Euro 2016 vs EU referendum: Which country is most anti-EU?
If the tournament was settled according to levels of Euroscepticism, England would go out in the quarter-finals
Euro 2016 is being held against a backdrop of confusion over the future of the European Union.
The UK's referendum on the political bloc takes place midway through the tournament and by the time England, Wales and Northern Ireland return home, they could be leaving Europe in more ways than one.
But it's not just in the UK that the future of Europe is a political hot potato, it also divides opinion on the continent, in member countries and beyond.
So, who would win Euro 2016 if it was decided by each country's attitude towards the EU?
Here's how the tournament would pan out if it was decided according to how much the participating countries disliked the European Union:
The Swiss are supposed to be neutral, but there's little doubt how they feel about the EU, with 63 per cent of their MPs voting to drop their application to join the bloc earlier this year, a move that earns them first place in Group A.
France come in second, with a quarter of its people unhappy with the EU, while the Europhiles of Romania and Albania stand no chance and are eliminated at the first hurdle.
England may pride itself on its Eurosceptics, but they are no match for Russia, who even went to war with Ukraine over its EU membership plans. Consequently, it's no surprise to see Russia top the group, with England a strong second.
Wales also have their doubts about Brussels and come in third, easily grabbing a third-placed qualification spot ahead of Slovakia, who can count themselves very unlucky. A 24 per cent negative view of Brussels would have been enough for second in some less Eurosceptic groups.
|Northern Ireland||35% negative||Q|
The Northern Irish are the most Eurosceptical in Group C and top the table ahead of Ukraine, a country deeply split on the issue. Germany, seen by many as the country driving the EU, make it to the knock-out stages thanks to growing discontent about Europe.
Poland, on the other hand, limp in last with barely a whimper of opposition to Brussels.
|Czech Republic||31% negative||Q|
Czech Republic has only been a member of the EU for 12 years but plenty of people are fed up with it and they are the top Eurosceptics in Group D, ahead of Turkey, where 23 per cent of the population have a negative view of the bloc.
Spain, who won Euro 2012, cannot rustle up enough Euroscepticism to defend their title and they go out with only 18 per cent against the union. Croatia, which only joined the EU in 2013, are even less Eurosceptic and finish bottom, with only 12 per cent opposition.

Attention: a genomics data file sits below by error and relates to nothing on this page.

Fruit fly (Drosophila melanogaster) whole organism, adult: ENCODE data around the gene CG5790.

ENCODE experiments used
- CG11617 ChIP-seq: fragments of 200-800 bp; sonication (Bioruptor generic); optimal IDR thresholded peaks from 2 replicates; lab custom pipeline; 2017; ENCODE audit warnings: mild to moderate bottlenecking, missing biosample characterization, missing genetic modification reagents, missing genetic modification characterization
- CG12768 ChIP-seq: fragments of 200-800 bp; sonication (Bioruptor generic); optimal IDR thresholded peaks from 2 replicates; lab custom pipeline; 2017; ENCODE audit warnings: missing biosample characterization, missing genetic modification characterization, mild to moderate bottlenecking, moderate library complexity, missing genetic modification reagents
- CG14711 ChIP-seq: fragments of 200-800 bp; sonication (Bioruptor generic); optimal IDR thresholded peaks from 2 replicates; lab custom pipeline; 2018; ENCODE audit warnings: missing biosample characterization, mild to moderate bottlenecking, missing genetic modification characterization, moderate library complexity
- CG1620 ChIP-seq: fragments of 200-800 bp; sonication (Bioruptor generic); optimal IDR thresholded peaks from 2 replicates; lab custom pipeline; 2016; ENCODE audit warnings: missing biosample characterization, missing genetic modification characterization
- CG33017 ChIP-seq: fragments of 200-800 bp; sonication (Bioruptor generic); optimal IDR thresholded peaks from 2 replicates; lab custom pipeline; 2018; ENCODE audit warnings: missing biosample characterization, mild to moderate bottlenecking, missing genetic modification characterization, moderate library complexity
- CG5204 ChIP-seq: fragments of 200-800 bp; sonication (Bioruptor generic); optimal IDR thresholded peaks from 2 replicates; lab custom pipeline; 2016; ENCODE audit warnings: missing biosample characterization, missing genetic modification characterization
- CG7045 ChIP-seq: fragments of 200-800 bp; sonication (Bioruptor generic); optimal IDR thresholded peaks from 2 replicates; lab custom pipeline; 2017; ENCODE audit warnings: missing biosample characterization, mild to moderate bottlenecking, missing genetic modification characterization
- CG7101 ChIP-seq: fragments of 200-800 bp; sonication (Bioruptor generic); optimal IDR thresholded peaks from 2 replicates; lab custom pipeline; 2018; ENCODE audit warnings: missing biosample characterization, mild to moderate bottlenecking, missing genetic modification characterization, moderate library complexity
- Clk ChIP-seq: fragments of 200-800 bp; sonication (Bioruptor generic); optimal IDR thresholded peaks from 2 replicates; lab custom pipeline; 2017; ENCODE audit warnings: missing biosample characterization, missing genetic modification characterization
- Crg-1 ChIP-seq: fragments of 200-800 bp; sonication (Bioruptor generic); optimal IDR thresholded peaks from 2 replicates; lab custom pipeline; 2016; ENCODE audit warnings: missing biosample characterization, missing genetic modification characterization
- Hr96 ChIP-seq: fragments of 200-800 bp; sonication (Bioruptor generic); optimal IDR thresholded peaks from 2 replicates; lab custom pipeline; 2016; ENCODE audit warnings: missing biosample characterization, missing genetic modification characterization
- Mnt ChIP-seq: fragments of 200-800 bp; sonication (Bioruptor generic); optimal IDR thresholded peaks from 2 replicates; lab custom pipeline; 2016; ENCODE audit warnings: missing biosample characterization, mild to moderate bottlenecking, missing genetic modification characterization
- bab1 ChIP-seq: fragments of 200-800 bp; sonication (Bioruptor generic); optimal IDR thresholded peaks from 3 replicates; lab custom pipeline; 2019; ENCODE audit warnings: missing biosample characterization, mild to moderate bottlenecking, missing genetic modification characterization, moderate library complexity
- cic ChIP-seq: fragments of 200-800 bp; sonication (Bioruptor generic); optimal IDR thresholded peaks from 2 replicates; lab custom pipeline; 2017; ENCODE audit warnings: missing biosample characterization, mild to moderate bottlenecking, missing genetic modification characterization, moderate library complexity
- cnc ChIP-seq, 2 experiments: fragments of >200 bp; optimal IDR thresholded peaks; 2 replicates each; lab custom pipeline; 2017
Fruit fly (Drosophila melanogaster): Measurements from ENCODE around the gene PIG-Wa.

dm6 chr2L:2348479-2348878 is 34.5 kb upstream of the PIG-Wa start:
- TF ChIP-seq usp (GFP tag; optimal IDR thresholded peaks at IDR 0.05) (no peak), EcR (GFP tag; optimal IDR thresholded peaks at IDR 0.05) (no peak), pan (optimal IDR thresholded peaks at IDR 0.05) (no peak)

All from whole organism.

|Republic of Ireland||14% negative|
The Swedes show some typical Scandinavian scepticism to finish top of Group E, with a quarter against the EU. But this is a very tight league. Italy and Belgium are just behind, tied on 23 per cent. Having been bailed out by the EU, Italy get second spot, while Belgium, as the home of Brussels, are relegated to third but still scrape through to the last 16.
Ireland's love of the EU remains undimmed and they bow out at the group stage, with only 14 per cent.
Iceland is very much on the fringes of Europe and it appears that is where the country sees itself, as they top Group F with a massive negative opinion. Austria's Euroscepticism would put most countries to shame, but it is only enough for second place here.
Hungary are not that sceptical, with only 20 per cent against, but they still make the last 16. The Europhiles of Portugal are heading home after finishing bottom of their group.
Ukraine beat France
Czech Republic beat Hungary
Russia beat Germany
Iceland beat Italy
Wales beat Northern Ireland
Sweden beat Turkey
Switzerland beat Belgium
England beat Austria
As you might expect, some of the more established EU nations - Germany, Italy, Spain and Belgium - do not have the stomach for the fight and bow out in the first knock-out stage. Wales and Northern Ireland collide and, confirming national stereotypes, the miserable Welsh who beat the more upbeat Irish.
The last eight will feature four EU member countries and four from outside the union.
Czech Republic beat Ukraine
Russia beat Iceland
Wales beat Sweden
Switzerland beat England
The first quarter-final goes to penalties, with Czech Republic winning on account of having more neutrals than Ukraine, meaning there is more scope for negative feeling.
Russia's defeat of Germany seems fitting in the context of European history and disharmony, while England's hopes of becoming the standard-bearers for Euroscepticism are dashed on the rocks of Swiss suspicion. Wales, who finished below England, make it to the last four by beating Sweden.
Russia beat Czech Republic
Switzerland beat Wales
The last remaining EU nations are bundled out of the tournament and the defeat of Wales completes the Euro 2016 Brexit. The two semi-final winners really could show the UK a thing or two about being Eurosceptic and the final will pit the aloof Swiss against the downright hostile Russians.
Russia beat Switzerland
In the end, it is the hostility of Russia that overcomes the neutrality of Switzerland. It's no surprise that a non-EU nation should win the anti-bloc tournament, but the average performance of the UK's three entrants suggests Britain is not the only member state to harbour doubts about Brussels.
Sources: EU: European Commission Standard Eurobarometer 84 (December 2015) / England, Wales, Northern Ireland: regional Brexit polls / Albania: AIIS European Perspective of Albania 2014 / Iceland: Já Ísland poll 2016 / Russia: Lavada Centre poll 2015 / Switzerland: 2016 parliamentary vote on EU membership / Turkey: GMF Turkish Perceptions Survey 2015 / Ukraine: Rating sociological group poll 2014